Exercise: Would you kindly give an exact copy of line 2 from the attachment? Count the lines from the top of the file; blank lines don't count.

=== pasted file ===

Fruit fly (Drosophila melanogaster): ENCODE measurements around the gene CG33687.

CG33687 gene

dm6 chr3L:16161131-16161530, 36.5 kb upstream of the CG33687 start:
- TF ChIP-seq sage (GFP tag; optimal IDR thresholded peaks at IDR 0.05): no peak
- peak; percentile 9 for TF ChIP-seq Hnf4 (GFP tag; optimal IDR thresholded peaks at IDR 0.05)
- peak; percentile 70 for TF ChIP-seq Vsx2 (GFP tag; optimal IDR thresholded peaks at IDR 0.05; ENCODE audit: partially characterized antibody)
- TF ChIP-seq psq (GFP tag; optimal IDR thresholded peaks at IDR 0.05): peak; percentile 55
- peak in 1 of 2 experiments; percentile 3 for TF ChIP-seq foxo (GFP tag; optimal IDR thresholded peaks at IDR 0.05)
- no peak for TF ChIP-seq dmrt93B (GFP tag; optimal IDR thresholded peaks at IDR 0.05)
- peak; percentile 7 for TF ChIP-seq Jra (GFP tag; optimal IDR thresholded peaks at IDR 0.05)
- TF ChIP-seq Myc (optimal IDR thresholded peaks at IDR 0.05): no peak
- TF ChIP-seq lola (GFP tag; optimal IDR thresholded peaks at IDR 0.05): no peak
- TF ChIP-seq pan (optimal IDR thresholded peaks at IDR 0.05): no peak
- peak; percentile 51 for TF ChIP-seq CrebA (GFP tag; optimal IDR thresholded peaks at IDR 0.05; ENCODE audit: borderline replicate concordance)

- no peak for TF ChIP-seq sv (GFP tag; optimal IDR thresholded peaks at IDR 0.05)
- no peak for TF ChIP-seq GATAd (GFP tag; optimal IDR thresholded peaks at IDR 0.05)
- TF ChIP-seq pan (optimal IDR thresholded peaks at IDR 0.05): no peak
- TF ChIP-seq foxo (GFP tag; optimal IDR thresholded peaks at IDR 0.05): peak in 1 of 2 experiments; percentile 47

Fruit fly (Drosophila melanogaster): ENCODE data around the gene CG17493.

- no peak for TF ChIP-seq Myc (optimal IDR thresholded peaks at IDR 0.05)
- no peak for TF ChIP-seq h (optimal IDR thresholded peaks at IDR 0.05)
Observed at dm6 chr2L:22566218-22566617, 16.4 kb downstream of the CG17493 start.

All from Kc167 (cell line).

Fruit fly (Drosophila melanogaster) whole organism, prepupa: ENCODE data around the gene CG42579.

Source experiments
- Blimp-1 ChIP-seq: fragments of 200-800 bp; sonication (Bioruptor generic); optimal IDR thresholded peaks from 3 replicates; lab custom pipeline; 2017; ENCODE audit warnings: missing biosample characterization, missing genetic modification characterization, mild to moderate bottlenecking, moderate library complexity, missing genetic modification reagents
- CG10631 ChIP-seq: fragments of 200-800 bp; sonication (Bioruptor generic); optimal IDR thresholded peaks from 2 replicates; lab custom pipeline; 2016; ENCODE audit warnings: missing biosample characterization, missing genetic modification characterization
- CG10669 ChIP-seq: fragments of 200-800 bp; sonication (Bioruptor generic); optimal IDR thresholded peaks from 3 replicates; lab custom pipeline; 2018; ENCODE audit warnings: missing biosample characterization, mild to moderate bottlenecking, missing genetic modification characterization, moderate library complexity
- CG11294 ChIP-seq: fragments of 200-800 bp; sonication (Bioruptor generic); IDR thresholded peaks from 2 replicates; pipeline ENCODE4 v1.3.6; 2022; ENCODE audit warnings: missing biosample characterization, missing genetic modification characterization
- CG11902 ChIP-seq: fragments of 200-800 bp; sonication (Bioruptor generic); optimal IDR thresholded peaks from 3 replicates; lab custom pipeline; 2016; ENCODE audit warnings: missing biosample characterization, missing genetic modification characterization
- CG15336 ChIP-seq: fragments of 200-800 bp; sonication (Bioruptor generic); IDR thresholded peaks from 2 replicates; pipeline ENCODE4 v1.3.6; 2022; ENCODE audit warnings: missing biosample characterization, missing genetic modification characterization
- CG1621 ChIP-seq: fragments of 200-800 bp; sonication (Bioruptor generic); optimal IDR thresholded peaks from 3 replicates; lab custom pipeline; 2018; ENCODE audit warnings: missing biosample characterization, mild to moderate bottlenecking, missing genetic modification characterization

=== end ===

CG33687 gene